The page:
Environmental Governance Of The Great Seas
Law and Effect
Joseph F.C. DiMento
, Alexis Jaclyn Hickman
Joseph F.C. DiMento, Professor of Law, University of California, Irvine and Director, Newkirk Center for Science and Society, US and Alexis Jaclyn Hickman, Master’s degree in Urban and Regional Planning and Doctoral Candidate in Planning, Policy and Design, University of California, Irvine, US
2012, 240 pp Hb 978 1 84844 375 4
Hardback £65.00 on-line discount £58.50
Series: New Horizons in Environmental and Energy Law series
The authors of this comprehensive study provide a rich assessment of the condition of the seas and the efficacy of the initiatives governing them. The aim is not only to describe and evaluate existing governance structures, but also to indicate how governance can be improved. Case studies of the Baltic, Mediterranean, Black, Caribbean and East Asian seas illustrate the varying degrees of policy success, failure and promise.
Contents: Preface 1. Introduction 2. The Baltic Sea with Hermanni Backer, Joseph F.C. DiMento and Alexis Jaclyn Hickman 3. The Black Sea 4. The East Asian Seas 5. The Mediterranean Sea with Tullio Scovazzi, Joseph F.C. DiMento and Alexis Jaclyn Hickman 6. The West and Central African Seas 7. The Wider Caribbean Region 8. An Accounting Appendices References Index
Full table of contents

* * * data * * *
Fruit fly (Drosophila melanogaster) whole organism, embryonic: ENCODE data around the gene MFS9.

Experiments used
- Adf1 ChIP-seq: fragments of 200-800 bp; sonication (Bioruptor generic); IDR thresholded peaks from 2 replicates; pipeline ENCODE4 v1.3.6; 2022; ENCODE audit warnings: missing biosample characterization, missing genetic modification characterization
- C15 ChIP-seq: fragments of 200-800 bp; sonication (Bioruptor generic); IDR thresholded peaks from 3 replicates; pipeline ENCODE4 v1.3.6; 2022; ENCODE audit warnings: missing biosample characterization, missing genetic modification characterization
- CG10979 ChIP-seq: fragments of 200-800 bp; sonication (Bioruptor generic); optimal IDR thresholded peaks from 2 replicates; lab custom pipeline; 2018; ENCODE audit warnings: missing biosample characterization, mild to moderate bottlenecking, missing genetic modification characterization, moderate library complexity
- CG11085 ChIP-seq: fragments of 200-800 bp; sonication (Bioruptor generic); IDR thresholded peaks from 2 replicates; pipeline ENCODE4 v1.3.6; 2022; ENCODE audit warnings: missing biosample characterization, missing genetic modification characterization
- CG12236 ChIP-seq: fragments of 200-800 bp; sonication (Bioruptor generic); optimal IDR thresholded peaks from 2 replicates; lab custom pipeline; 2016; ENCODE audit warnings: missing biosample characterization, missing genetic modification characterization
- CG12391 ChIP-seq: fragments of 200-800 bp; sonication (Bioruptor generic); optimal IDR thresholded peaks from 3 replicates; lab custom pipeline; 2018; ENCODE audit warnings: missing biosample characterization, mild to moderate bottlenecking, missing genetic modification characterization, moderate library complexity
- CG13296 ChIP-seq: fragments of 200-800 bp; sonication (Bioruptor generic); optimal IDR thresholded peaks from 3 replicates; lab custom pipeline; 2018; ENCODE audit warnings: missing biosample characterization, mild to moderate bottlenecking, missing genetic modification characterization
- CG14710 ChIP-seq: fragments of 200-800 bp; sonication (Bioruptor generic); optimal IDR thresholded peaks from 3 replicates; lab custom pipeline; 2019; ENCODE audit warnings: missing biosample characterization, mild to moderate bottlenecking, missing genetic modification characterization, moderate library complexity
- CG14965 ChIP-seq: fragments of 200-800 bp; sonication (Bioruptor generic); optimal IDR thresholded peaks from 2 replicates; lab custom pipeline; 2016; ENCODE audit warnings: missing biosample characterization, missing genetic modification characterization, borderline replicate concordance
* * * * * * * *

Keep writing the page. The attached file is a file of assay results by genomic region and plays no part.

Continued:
The great seas contain immense resources and provide invaluable services to humankind, yet their environmental conditions are threatened worldwide. The authors of this comprehensive study provide a rich assessment of the seas and the efficacy of the initiatives governing them, as well as suggestions for improving governance and protection. Case studies of the Baltic, Mediterranean, Black, Caribbean and East Asian seas illustrate the varying degrees of policy success, failure and promise.
The authors address the specific roles of the Law of the Sea and the United Nations Regional Seas Programme and discuss the importance of better information exchange between scientists and policymakers, increased funding, greater participation, and new and more effective laws. National, regional and international initiatives are conceptualized as clusters, and their success evaluated using data on the physical conditions of the seas, the law and policy adopted, and international cooperation.
The interdisciplinary, insightful treatment of this complex issue will be of great interest to policymakers, students and scholars in the fields of law and policy as well as marine and environmental sciences.